It’s your choice. Just like The Walking Dead, player choice is once again the principal focus in The Wolf Among Us. You’ll still see familiar pop-ups alerting you when one character or another is going to remember a certain thing you said, but there are enhancements as well. Certain moments present a very straightforward set of choices: you can do one thing or some other thing, but you’ve got to choose one. You may be able to do the other one later, but the passage of time ensures that circumstances will likely have changed by then.
An example: the demo ends with one such choice moment, in which players must decide between one of two destinations for Bigby. On the one hand, he’s deduced the identity of the murder victim and needs to pay a call to her husband, both to let him know what happened and to gauge him as a possible suspect in the crime. You’ve already spied the soon-to-be grieving husband in the Magic Mirror, and he doesn’t seem to be in the best shape. On the other hand, there’s a call from Mr. Toad that the Woodsman’s apartment is being ransacked by an unidentified someone.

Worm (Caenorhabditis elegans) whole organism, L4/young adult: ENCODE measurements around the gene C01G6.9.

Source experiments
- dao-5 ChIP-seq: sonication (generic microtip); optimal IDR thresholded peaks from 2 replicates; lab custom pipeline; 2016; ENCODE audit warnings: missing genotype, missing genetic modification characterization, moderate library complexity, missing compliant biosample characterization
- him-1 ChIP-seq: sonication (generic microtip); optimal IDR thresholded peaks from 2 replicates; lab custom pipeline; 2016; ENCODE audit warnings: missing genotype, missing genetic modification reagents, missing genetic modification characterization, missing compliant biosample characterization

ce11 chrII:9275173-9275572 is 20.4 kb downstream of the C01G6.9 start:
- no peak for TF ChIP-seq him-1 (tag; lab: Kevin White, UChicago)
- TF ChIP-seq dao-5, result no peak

There’s still a larger, singular story at work with its own big beats that are going to happen one way or another, but your choices in moments like this one influence the specific path that Bigby follows. Telltale promises a much more robust rundown of players stats at the end of each episode as well. It’ll be similar to what we saw in The Walking Dead, though Wolf‘s use of more transparent choice-driven moments allows for a more elaborate stats rundown.
Motion comics. The Wolf Among Us looks like Willingham’s comics come to life. The influence of Lan Medina and Mark Buckingham’s imagery is felt immediately. You can see how this game was built on the same foundation that The Walking Dead was, but the colors pop more vividly, with less grunge and cleaner shading. The backgrounds look as though they could have been pulled directly from the pages of the comics, from Bigby’s dingy shoebox apartment to the sprawling clutter of Fabletown’s cavernous business office.